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How to Calm Your Child at Bedtime: One Simple Practice

If you have difficulty settling your child at bedtime because he’s hyperactive or excited, this game will help bring him into a more regulated state conducive to sleep. It can also help calm him after a tantrum, or when he’s emotionally distraught or unable to control his behaviour.

This game helps you to tap directly into your child’s nervous system and create a calming and regulating effect—which is essential before behaviour can change. And it’s especially powerful because it’s a game you play together—so it can calm your own nervous system as well, enabling your child to co-regulate with you. (See this blog post for why your child can’t self-regulate, but rather, needs to co-regulate with you.)

A Bedtime Game: Favourite Things

This game is effective because the very gentle sensory stimulation helps your child to become more embodied—to feel his own body and sensations, which soothes the nervous system. It works to activate the areas of the body that are innervated by the ventral vagus nerve, causing a calming effect.

As you’re playing the game, remember to focus on enjoying the experience of the sensations, and without intending to change your child’s behaviour. This is a curious exploration, not a prescription.

How to play:

  • Snuggle up comfortably where you won’t be interrupted, maybe on the sofa or on your child’s bed.
  • One person starts, and then you’ll take turns.
  • During your turn, identify and describe in detail (while noticing the feelings of pleasure), a “favourite thing” in your immediate environment that you can see, smell, or hear. Environmental things will be outside of yourself, such as the stuffy on your child’s bed, or the way the sun is shining through the window, a bird singing, the smell of the freshly baked cookies on the counter.
  • Take turns identifying favourite things outside of yourself, until you’ve both identified 2 or 3 things. (Tip: It’s helpful to slowly scan the room, taking in the details of items around you—this slow neck and eye movement is calming for the nervous system).
  • Next, repeat the process of finding favourite things, but inside of yourself.
  • Examples could be: feeling the softness of the blanket, or how strong and cushiony the bed or sofa feels underneath you, the feeling of having a fully tummy, the soft feeling of hair on your face or of your stuffy or the cat when you pet him, the warmth or softness of the dog when he snuggles with you.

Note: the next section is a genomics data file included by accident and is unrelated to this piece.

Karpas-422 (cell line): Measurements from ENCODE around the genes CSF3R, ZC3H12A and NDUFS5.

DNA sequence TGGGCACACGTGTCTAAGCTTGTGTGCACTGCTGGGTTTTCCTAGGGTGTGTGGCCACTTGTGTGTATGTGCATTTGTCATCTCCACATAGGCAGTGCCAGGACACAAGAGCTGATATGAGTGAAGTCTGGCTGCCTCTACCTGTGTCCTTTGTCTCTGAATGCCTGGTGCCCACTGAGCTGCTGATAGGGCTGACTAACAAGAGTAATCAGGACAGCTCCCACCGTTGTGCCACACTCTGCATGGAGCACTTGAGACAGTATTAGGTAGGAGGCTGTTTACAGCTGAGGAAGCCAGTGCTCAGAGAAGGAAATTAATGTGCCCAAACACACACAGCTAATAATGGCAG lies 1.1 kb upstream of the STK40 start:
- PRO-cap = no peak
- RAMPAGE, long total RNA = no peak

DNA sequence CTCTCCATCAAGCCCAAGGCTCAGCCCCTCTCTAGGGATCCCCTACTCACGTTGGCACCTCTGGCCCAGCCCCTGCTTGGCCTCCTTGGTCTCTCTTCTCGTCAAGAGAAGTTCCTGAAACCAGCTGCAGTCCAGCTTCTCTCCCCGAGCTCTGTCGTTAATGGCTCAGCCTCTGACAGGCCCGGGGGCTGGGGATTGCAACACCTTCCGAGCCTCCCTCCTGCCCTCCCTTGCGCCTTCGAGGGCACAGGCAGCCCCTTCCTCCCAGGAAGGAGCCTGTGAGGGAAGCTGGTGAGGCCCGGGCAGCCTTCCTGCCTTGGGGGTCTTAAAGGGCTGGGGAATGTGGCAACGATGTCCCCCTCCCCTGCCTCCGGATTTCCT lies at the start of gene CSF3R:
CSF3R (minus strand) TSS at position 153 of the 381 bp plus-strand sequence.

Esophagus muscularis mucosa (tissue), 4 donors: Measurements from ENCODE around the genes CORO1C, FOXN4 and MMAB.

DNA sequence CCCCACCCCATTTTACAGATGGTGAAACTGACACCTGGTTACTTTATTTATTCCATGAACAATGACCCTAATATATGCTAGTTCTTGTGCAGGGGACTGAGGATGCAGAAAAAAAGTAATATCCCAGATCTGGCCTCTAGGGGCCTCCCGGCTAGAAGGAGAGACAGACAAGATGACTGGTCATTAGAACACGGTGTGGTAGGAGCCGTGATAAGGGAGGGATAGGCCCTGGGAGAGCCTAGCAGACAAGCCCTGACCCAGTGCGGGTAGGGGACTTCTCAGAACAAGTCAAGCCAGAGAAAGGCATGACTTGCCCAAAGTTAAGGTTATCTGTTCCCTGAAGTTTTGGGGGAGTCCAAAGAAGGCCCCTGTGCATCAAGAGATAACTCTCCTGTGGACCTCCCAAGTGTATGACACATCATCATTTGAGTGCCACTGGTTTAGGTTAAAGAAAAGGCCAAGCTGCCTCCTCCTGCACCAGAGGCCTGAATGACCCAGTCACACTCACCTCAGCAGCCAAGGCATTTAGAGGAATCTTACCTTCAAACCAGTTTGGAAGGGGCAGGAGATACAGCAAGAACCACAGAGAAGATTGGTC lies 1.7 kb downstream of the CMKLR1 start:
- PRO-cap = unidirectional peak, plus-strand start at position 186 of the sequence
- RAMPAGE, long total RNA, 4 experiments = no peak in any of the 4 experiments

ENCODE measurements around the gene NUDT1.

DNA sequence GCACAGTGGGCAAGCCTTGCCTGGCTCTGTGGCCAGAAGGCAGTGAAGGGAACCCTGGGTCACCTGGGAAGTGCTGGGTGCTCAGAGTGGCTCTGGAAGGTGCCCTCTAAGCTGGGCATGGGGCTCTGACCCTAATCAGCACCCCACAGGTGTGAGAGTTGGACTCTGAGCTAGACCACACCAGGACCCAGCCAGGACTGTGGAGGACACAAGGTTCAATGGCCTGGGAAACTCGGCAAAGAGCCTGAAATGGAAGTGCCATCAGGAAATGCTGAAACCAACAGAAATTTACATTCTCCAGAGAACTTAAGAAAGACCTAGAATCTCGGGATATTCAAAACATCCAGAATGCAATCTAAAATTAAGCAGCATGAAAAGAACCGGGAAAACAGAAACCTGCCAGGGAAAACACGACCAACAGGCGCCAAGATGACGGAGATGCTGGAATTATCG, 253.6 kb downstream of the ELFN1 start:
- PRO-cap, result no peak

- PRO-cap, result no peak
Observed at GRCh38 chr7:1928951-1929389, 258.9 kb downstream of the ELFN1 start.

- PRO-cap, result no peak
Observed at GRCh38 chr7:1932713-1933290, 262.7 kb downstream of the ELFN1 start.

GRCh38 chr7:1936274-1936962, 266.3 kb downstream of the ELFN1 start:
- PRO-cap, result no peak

• Key points:
    • This game is most effective when you have no agenda to change behaviour, and when you fully engage in it yourself, role modeling expanding on the details and sensations and really taking in the pleasurable feelings that you’re noticing.
    • The magic is in noticing the details of your sensations and sharing them!
    • TIP for extra calming: When noticing the “inside things”, gentle stimulation of the face, hands and arms with—which are specifically innervated by the ventral branch of the vagus nerve—with something like a soft stuffie, can activate the ventral vagus nerve, helping your child to feel safe, connected, and calmer.

Watch for signs in your child (or yourself) that your nervous system is gearing down. These could be the face softening, a sigh or a yawn, or a slowing of movement and energy level.

Make sure to use a soft voice, loving eye contact, and to bring your attention, as much as possible, into your own body and sensations. Because these activities stimulate the ventral vagus nerve in a way that promotes safety and comfort, they promote a feeling of connection with you, and down-regulate your child’s (and your) nervous system so that his can come into alignment with yours. These practices ensure that your child feels safe (at the nervous system level), thereby enabling him to connect with himself and you.

If you notice your child starting to become more active again after initially calming down, you may wish to play again.

A reminder about the science:

Physiology MUST change first, by working directly with the nervous system.

Behaviour change follows:  Your child is physiologically capable of calming herself because her nervous system is regulated and she feels safe, and she follows your influence because the two of you are connected.

Questions? Please post below! I’m super-excited about how this nervous system information has changed my parenting practice, my relationship with my son, and the parents with whom I’ve shared it. Also, if you try out this game, I’d love to hear how it works out for you. How did your child respond? How did you feel during and after the game?

References:

Porges, Stephen W. The Pocket Guide to The Polyvagal Theory: The Transformative Power of Feeling Safe. (2017). New York, NY: W. W. Norton & Company, Inc.

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